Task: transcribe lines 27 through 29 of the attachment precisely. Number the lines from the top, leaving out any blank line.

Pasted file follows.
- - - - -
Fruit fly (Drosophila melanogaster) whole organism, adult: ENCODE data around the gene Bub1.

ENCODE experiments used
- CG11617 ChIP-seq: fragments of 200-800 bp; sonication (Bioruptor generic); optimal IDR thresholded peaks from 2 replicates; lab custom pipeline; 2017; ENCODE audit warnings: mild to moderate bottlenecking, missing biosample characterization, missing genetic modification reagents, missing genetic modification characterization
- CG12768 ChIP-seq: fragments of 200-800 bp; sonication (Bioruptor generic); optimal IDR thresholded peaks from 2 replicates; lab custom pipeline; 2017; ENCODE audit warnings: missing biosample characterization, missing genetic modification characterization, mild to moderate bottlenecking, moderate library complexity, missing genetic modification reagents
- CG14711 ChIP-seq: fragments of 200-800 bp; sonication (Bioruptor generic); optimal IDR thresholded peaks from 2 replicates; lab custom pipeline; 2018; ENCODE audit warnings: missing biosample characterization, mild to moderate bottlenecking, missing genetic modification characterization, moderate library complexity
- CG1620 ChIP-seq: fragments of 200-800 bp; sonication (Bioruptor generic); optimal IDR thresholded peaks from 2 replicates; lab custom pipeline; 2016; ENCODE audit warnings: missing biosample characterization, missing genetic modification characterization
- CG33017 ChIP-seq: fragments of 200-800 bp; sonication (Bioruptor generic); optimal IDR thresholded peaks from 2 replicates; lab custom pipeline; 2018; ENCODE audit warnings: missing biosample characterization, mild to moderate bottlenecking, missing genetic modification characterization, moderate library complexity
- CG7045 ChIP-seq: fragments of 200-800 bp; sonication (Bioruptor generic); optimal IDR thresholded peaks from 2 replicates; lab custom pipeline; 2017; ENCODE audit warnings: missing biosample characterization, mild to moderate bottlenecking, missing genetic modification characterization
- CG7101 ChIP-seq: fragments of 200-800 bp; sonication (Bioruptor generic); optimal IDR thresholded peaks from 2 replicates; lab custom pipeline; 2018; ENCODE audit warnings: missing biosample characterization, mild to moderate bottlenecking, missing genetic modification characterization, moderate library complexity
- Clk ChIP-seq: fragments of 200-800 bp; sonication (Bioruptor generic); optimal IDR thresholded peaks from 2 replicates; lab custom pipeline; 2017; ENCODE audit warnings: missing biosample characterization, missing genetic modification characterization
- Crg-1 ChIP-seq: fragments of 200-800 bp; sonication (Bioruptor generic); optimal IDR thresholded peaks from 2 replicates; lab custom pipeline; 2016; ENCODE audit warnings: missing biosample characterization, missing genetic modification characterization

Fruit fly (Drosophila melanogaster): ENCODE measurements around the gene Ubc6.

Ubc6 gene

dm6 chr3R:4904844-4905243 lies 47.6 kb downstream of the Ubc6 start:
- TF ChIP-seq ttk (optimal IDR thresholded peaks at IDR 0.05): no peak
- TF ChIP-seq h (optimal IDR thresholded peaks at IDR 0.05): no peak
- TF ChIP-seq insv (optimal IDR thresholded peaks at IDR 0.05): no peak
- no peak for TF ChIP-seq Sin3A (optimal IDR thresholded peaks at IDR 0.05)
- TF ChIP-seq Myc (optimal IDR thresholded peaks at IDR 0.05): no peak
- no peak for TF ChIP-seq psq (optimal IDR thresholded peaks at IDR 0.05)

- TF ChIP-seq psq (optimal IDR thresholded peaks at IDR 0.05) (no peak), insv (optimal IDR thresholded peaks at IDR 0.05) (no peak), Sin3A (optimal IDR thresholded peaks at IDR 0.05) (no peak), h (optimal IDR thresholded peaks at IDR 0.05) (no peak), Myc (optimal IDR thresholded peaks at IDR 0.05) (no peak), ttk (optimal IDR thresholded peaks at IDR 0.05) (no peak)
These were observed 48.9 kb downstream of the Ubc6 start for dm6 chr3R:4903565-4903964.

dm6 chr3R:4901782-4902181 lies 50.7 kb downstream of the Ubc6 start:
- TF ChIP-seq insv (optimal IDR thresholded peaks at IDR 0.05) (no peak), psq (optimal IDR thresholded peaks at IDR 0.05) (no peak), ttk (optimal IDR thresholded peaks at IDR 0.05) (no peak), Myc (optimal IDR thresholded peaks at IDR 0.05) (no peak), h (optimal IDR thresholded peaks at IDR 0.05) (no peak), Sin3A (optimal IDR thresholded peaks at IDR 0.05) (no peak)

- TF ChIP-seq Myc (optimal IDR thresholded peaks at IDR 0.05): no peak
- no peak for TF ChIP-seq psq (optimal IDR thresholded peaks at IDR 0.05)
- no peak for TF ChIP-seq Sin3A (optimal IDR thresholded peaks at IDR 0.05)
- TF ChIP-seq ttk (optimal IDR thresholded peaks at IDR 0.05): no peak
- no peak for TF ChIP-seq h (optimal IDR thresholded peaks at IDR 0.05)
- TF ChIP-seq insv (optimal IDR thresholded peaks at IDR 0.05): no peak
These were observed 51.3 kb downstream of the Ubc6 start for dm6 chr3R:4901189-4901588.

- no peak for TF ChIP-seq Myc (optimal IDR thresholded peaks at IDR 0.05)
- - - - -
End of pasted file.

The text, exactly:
- no peak for TF ChIP-seq Sin3A (optimal IDR thresholded peaks at IDR 0.05)
- TF ChIP-seq ttk (optimal IDR thresholded peaks at IDR 0.05): no peak
- no peak for TF ChIP-seq h (optimal IDR thresholded peaks at IDR 0.05)